Extra Help Takes Parolees Only So Far

    • October 1, 2000

Investigators at New York University and Columbia University planned, implemented, and evaluated a demonstration program designed to reduce substance-abuse relapse and criminal recidivism among felony offenders released from prison by providing them with an array of supportive services.

The program, called Opportunity to Succeed (OPTS) offered participants:

  • Substance-abuse treatment
  • Employment services
  • Housing assistance
  • Family-strengthening services
  • Health-and-mental-health services.

Key Results

  • The project initially provided administrative oversight, monitoring, and technical support to five sites—Tampa, Fla.; Kansas City, Mo.; St. Louis, Mo.; New York, N.Y.; and Oakland, Calif.

  • During the program's first year, the New York and Oakland sites were unable to reach targeted enrollments and were dropped as research sites.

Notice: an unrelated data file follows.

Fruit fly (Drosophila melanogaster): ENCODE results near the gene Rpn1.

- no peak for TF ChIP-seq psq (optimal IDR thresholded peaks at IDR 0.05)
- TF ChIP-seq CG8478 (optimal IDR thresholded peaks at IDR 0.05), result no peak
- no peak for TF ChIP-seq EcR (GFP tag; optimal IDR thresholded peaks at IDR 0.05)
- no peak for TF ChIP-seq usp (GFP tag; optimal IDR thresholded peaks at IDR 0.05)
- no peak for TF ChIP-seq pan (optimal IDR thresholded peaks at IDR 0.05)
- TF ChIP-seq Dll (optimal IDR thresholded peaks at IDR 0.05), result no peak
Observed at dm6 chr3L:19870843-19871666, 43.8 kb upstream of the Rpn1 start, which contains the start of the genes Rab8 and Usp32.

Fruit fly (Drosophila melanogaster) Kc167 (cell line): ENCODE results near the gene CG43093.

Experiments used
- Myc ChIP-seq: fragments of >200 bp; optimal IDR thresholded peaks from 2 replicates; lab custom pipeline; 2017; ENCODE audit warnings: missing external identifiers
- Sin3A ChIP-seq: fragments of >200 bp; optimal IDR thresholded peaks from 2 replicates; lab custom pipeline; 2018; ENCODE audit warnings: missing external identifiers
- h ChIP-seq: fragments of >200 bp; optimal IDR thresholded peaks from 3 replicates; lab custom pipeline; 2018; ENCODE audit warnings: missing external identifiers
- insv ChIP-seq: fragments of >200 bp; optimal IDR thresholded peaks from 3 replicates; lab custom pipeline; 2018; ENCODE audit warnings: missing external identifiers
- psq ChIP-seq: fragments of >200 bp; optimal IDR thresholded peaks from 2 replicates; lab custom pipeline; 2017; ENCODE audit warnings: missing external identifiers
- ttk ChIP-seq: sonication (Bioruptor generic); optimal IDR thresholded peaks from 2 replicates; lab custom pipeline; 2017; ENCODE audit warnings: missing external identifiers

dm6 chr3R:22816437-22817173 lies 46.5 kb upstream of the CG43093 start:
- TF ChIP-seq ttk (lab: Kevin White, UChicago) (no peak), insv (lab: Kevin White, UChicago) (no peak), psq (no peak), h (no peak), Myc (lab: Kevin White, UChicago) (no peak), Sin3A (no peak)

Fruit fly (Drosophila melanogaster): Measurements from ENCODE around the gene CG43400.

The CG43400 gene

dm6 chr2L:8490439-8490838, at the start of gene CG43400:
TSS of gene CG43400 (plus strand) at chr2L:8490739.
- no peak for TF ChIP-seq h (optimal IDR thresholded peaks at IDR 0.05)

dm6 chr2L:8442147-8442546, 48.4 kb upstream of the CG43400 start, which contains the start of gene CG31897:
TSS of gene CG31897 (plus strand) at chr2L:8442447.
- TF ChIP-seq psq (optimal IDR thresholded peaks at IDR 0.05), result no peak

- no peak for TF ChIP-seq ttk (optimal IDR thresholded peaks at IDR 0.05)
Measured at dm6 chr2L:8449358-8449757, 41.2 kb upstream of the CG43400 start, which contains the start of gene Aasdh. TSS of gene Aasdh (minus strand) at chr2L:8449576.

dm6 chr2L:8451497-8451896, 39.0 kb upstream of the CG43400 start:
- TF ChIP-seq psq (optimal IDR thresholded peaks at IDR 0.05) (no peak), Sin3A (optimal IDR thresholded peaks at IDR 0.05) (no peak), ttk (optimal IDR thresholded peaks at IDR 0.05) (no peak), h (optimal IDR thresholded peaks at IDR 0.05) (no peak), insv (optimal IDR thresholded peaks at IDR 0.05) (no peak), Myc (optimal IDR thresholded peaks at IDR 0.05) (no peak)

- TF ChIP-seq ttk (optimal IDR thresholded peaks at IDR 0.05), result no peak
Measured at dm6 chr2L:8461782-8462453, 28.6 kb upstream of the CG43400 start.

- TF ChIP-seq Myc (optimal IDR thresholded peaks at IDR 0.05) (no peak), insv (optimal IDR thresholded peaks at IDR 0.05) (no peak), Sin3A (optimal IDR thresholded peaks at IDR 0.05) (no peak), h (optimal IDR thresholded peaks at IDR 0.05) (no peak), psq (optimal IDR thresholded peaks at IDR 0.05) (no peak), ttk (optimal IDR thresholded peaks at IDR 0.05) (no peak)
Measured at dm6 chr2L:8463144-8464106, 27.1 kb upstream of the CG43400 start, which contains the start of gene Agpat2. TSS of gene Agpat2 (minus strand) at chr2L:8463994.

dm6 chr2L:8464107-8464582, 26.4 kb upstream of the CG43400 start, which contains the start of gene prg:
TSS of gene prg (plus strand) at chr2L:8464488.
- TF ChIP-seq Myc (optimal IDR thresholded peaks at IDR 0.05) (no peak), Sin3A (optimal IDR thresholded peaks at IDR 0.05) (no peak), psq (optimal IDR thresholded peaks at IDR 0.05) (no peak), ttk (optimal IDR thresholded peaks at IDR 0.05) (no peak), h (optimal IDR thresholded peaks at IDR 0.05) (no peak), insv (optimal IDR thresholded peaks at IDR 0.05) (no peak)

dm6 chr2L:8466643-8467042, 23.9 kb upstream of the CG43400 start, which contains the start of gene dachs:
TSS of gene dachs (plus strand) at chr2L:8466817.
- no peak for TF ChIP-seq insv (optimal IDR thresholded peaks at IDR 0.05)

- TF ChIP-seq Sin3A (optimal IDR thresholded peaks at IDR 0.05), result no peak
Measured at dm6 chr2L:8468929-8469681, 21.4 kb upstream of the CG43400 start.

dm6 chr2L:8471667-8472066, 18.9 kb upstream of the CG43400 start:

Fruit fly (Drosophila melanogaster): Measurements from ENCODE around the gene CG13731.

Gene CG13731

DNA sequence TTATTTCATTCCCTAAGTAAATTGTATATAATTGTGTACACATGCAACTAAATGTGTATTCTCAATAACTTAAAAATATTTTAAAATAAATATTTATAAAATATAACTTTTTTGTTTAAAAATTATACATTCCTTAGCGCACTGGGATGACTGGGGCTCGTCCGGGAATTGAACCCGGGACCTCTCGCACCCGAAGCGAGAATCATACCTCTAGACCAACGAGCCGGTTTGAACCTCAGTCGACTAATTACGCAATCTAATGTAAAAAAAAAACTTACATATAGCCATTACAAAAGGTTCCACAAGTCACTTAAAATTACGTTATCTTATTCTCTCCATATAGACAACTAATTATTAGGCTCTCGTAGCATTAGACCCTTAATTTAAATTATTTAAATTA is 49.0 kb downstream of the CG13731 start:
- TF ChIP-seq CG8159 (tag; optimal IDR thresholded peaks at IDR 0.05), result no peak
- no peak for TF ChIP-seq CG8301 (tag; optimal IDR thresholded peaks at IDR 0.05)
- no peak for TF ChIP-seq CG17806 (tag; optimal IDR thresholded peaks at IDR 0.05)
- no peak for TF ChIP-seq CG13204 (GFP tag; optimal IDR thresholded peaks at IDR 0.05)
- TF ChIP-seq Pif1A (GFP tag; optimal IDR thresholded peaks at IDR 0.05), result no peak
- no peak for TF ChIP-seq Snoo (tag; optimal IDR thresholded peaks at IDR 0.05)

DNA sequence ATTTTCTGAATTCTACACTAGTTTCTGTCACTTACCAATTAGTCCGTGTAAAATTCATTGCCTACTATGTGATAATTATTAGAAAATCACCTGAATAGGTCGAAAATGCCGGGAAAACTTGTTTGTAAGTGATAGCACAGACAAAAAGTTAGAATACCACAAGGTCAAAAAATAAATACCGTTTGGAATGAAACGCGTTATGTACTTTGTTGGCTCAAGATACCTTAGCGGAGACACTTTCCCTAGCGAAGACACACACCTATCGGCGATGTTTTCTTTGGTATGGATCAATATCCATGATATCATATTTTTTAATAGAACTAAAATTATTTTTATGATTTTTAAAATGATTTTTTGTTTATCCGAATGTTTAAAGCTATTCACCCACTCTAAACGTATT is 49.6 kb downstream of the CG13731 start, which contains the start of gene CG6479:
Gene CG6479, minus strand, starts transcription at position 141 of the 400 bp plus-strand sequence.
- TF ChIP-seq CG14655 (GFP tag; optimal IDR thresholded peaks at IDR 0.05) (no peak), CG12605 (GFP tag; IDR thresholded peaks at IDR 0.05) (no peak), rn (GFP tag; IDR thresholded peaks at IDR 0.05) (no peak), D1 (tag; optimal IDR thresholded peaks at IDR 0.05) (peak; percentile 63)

• The Oakland site was dropped from the project entirely at the end of the second year because of problems with program administration. Clients were transferred to another program.

  • Tampa, St. Louis, and Kansas City secured local matching funds to continue program operations for a fourth year.

  • In 1994, CASA contracted with the Urban Institute to conduct an evaluation of OPTS.

Evaluation Findings

  • The evaluation found:

    • Reductions in alcohol and marijuana use.
    • Increases in full-time employment.
    • Stronger family relations among participants.
  • However, it also found that:

    • OPTS did not have discernible effects on hard drug use or criminal behaviors.
    • A cost-benefit analysis did not definitively show OPTS to be cost-effective.